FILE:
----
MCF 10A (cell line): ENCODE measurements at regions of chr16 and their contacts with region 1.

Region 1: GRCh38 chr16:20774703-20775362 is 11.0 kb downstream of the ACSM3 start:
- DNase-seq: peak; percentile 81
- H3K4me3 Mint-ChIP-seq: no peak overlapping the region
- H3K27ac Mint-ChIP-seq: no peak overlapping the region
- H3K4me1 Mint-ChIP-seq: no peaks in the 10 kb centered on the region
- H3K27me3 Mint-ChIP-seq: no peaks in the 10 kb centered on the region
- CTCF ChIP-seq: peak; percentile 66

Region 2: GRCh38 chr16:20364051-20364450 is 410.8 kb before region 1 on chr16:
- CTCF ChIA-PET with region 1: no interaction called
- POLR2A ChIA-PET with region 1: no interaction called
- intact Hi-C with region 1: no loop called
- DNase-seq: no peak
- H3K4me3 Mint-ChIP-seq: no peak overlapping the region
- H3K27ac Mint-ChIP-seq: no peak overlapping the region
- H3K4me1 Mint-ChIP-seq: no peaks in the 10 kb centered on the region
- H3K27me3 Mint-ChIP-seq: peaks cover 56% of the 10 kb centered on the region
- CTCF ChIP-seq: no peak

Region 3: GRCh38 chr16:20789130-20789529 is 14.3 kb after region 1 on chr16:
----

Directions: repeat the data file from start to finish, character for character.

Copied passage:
MCF 10A (cell line): ENCODE measurements at regions of chr16 and their contacts with region 1.

Region 1: GRCh38 chr16:20774703-20775362 is 11.0 kb downstream of the ACSM3 start:
- DNase-seq: peak; percentile 81
- H3K4me3 Mint-ChIP-seq: no peak overlapping the region
- H3K27ac Mint-ChIP-seq: no peak overlapping the region
- H3K4me1 Mint-ChIP-seq: no peaks in the 10 kb centered on the region
- H3K27me3 Mint-ChIP-seq: no peaks in the 10 kb centered on the region
- CTCF ChIP-seq: peak; percentile 66

Region 2: GRCh38 chr16:20364051-20364450 is 410.8 kb before region 1 on chr16:
- CTCF ChIA-PET with region 1: no interaction called
- POLR2A ChIA-PET with region 1: no interaction called
- intact Hi-C with region 1: no loop called
- DNase-seq: no peak
- H3K4me3 Mint-ChIP-seq: no peak overlapping the region
- H3K27ac Mint-ChIP-seq: no peak overlapping the region
- H3K4me1 Mint-ChIP-seq: no peaks in the 10 kb centered on the region
- H3K27me3 Mint-ChIP-seq: peaks cover 56% of the 10 kb centered on the region
- CTCF ChIP-seq: no peak

Region 3: GRCh38 chr16:20789130-20789529 is 14.3 kb after region 1 on chr16: